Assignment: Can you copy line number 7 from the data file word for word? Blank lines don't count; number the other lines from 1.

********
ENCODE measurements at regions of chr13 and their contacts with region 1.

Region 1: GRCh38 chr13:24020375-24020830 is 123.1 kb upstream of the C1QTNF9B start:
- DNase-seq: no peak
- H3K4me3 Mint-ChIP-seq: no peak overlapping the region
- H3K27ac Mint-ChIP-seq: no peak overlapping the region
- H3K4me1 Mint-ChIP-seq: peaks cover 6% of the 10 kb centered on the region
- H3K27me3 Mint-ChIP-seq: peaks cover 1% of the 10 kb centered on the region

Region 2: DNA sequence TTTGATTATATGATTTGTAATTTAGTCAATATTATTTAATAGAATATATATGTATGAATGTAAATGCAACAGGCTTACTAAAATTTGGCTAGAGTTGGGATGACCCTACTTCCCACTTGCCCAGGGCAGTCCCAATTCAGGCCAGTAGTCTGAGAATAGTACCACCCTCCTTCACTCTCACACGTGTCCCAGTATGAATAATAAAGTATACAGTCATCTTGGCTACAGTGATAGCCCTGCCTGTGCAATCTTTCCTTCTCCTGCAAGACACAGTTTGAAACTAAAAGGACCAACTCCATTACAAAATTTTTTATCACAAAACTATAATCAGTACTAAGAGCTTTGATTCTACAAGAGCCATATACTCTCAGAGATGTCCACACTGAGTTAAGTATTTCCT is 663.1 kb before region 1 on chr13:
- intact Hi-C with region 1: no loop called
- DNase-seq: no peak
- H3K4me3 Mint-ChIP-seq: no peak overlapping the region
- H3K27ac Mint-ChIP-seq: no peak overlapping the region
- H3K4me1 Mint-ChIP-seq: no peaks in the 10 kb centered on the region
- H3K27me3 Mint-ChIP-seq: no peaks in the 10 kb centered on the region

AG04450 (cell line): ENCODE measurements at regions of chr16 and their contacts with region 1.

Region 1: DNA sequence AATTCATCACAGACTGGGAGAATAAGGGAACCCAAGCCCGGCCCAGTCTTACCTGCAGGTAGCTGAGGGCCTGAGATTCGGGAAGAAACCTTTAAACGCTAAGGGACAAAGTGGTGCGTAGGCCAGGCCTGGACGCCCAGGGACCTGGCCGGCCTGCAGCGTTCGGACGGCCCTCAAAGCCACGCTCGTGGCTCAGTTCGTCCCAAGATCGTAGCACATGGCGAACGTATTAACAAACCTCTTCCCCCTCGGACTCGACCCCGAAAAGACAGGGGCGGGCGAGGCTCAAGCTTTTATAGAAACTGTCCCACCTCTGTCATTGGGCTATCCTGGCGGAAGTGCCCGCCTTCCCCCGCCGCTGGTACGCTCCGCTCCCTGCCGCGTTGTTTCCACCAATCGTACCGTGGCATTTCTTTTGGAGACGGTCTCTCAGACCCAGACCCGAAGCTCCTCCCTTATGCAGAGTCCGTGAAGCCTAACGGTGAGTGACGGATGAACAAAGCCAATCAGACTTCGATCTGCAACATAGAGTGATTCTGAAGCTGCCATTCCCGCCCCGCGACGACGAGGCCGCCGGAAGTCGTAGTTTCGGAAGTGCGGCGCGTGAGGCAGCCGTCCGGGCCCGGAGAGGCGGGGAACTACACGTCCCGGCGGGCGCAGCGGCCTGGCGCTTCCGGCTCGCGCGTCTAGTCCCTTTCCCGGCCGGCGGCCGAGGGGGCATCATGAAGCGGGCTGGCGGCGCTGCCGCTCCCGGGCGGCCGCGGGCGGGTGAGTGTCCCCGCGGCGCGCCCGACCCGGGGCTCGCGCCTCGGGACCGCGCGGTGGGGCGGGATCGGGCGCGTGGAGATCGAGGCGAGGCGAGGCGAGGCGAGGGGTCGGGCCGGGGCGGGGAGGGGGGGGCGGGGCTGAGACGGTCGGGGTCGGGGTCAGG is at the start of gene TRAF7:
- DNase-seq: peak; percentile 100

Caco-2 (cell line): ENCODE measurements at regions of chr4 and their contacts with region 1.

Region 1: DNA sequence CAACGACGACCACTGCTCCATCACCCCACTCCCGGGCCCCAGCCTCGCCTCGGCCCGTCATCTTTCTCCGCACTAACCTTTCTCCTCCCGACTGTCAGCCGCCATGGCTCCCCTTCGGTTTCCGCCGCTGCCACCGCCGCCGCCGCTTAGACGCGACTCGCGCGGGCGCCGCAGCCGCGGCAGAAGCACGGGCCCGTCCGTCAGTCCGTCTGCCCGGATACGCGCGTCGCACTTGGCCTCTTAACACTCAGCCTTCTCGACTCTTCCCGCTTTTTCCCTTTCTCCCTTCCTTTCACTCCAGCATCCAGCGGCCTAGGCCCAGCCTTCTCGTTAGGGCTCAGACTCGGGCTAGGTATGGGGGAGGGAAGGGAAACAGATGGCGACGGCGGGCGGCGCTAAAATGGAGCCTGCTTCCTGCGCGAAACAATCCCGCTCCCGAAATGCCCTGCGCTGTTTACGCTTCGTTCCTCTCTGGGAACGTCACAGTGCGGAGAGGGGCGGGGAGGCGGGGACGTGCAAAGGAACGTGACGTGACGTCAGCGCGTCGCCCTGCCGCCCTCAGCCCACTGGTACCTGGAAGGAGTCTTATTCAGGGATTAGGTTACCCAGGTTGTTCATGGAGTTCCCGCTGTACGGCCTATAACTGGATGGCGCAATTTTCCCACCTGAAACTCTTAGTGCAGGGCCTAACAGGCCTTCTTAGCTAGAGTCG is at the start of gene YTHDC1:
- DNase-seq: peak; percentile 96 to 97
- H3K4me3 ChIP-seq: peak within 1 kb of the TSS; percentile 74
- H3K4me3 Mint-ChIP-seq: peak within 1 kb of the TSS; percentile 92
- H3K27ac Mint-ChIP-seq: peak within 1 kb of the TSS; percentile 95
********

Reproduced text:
- H3K27me3 Mint-ChIP-seq: peaks cover 1% of the 10 kb centered on the region